During the four days of the trip my companions and I fished a total of four lakes. I tried several different tactics including wet and dries on a fly rod, spinners and fly and bubble rigs. The beauty of fishing so far from the beaten path is this: the fish see very limited pressure and will take nearly anything that draws their attention, although they can be finicky at times. For the best results, fish in the morning or evening, however I have had great success mid-afternoon, especially during the fall hunts.
Day one: We hit the Rock Creek trailhead below Upper Stillwater Reservoir first thing in the morning, packed up and made the 14-mile trip into the head of Fall Creek. The ride was pleasant and rather uneventful; uneventful is a good thing on a pack trip. When we made it to the basin we decided to camp by Ledge Lake (not too close since the U.S. Forest Service requires camps to be at least 200 feet away from any water source).
A brook trout out of Helen Lake.
After setting up camp and securing the horses we walked to the lake to wet some line and tackle. I elected to use my fly rod, this proved to be a small mistake since the only bit of open shoreline free of tree and brush was wet meadow (I was wearing riding boots not waders).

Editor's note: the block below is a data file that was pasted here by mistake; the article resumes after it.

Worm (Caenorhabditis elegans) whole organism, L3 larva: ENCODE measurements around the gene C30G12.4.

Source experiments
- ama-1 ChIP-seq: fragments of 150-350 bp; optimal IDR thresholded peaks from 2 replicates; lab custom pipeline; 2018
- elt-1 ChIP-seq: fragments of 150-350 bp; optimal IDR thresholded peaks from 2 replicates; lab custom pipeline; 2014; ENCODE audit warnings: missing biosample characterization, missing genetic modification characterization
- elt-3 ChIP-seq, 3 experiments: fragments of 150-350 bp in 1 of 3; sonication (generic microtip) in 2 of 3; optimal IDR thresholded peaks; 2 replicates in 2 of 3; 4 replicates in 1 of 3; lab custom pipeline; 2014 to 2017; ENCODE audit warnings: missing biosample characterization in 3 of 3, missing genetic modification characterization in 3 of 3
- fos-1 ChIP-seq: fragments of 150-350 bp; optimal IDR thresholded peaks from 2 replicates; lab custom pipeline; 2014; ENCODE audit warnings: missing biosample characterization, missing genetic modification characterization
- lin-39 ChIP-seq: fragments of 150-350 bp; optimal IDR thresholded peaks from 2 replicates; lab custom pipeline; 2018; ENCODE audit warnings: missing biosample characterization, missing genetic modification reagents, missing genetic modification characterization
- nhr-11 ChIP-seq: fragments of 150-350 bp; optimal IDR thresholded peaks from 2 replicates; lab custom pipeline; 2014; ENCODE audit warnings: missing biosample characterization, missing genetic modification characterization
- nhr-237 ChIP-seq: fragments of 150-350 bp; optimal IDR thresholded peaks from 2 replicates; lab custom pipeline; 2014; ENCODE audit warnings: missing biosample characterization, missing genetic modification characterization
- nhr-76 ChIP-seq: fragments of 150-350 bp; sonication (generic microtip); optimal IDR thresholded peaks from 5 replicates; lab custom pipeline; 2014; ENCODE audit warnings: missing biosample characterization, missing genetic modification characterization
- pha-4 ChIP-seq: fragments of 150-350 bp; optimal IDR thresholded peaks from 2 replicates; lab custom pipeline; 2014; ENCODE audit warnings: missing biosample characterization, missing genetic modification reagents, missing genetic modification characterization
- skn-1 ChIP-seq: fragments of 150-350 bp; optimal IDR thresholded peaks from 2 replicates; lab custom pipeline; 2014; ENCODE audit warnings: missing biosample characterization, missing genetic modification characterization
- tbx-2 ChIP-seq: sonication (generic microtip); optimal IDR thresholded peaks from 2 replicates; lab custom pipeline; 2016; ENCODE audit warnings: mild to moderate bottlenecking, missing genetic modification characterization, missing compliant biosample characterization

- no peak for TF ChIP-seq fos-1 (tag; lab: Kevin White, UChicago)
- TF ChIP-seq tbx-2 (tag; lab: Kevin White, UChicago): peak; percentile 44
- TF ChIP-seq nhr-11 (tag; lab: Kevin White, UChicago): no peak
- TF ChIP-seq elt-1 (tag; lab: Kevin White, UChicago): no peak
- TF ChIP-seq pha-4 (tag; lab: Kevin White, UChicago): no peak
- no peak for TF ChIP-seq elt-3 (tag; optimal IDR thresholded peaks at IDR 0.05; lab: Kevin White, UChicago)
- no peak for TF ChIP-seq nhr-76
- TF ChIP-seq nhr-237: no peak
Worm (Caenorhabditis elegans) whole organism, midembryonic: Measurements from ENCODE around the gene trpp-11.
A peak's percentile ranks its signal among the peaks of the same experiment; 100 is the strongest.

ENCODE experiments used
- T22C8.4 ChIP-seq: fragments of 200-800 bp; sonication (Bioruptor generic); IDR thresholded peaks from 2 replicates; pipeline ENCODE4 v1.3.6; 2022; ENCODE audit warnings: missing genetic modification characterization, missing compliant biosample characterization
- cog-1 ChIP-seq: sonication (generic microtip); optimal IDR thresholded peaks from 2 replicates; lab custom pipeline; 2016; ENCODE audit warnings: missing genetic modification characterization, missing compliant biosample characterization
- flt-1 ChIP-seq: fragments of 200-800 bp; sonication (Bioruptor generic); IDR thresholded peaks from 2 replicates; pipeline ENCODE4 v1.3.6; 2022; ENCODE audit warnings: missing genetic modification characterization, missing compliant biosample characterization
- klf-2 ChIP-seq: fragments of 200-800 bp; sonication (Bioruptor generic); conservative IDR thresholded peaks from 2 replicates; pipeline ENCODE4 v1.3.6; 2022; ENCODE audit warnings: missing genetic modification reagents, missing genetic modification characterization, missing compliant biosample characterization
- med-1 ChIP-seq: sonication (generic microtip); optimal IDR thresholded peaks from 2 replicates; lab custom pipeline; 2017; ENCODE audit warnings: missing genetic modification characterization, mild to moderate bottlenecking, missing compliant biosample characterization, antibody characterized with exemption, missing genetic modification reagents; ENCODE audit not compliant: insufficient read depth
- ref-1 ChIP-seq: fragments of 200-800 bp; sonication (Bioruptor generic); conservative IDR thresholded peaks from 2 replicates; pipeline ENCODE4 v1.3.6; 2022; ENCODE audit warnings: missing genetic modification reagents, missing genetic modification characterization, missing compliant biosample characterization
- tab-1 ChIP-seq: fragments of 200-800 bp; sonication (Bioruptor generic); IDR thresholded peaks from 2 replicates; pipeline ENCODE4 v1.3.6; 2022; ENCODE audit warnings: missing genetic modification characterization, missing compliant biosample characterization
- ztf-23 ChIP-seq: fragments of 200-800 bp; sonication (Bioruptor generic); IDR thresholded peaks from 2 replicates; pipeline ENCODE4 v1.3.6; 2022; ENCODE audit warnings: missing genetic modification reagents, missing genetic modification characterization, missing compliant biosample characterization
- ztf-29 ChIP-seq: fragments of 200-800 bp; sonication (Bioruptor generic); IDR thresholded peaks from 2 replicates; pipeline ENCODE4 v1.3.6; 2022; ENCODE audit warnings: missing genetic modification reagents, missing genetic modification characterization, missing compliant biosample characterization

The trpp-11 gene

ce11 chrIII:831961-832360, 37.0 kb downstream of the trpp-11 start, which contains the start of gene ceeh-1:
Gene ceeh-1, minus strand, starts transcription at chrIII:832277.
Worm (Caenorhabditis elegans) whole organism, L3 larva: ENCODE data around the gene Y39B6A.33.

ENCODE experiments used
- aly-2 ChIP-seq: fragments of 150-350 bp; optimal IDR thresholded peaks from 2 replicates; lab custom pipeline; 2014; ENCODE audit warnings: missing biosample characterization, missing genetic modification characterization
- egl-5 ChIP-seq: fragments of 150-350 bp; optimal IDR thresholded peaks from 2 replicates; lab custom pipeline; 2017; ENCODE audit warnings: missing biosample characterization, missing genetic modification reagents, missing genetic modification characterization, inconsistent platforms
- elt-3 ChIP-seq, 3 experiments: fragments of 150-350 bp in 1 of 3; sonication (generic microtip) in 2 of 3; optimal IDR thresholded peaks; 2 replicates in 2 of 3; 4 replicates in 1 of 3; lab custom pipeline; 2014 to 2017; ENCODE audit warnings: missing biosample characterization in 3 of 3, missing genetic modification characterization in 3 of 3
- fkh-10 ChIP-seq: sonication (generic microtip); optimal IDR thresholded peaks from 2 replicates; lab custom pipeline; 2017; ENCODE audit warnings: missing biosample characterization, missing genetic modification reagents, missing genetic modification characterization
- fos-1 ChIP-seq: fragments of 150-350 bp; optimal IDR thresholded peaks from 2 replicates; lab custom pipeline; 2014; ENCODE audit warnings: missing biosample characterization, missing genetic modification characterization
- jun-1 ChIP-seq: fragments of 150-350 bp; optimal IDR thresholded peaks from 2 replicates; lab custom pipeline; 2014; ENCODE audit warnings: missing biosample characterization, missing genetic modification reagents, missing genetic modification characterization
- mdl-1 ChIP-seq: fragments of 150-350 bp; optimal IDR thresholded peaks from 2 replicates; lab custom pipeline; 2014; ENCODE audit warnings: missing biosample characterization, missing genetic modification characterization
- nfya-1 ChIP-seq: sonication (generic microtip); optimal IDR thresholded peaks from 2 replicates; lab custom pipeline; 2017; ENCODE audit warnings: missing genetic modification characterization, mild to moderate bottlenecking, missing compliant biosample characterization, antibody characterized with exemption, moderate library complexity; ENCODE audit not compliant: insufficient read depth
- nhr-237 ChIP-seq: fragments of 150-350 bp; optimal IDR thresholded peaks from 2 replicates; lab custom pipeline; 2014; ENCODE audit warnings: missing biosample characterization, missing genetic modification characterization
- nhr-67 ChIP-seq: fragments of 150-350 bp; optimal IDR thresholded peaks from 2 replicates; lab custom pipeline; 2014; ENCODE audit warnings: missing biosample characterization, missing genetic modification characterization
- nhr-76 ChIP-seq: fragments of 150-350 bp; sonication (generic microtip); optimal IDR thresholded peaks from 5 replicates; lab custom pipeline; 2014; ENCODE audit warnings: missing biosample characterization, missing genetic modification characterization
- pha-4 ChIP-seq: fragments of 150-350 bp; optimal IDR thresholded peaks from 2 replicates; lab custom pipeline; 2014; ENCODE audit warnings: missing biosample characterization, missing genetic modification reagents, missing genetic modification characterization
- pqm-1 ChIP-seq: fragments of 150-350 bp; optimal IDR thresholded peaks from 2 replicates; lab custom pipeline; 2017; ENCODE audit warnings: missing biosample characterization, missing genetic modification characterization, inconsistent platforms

After catching a very nice spruce I moved to the wet meadow where I did Mr. Pitt proud (A River Runs Through It) by landing a nice brook trout. The other guys were doing much better with lures but my pride told me I was practicing a purer form of art (or some such nonsense) so I stuck it out with the fly rod teasing fish and catching vegetation. As a side note, a float tube and or a good pair of chest waders could make fly fishing more productive if you have room to bring them along.
Day two: We parked the pack animals and took the riding horses west toward the head of the Rock Creek Drainage. This leg of the journey took us over a portion of the Highline Trail where we experienced phenomenal scenery all the way to Helen Lake. Here we pulled off the trail where we settled in for some fishing and a trail lunch. After a slow start with a variety of spinners one of the guys tried a gold Jake's Spin-A-Lure with red dots that worked very well. I didn't have one, (I will explain this later) so I decided to try fly-fishing again. The lakeshore at Helen is pretty open and the fish were taking bugs from the surface so I tied on an Adams Parachute for some sight fishing; this was a lot of fun and worked well.
Few things compare with tossing a fly in front of a trout in a cold clear lake and watching it take it. After the excellent fishing at Helen we moved to the west a short piece to give Lightning Lake a try. When we got to Lighting Lake I borrowed a gold Jake's and it was "fish on" until we decided to head back to camp.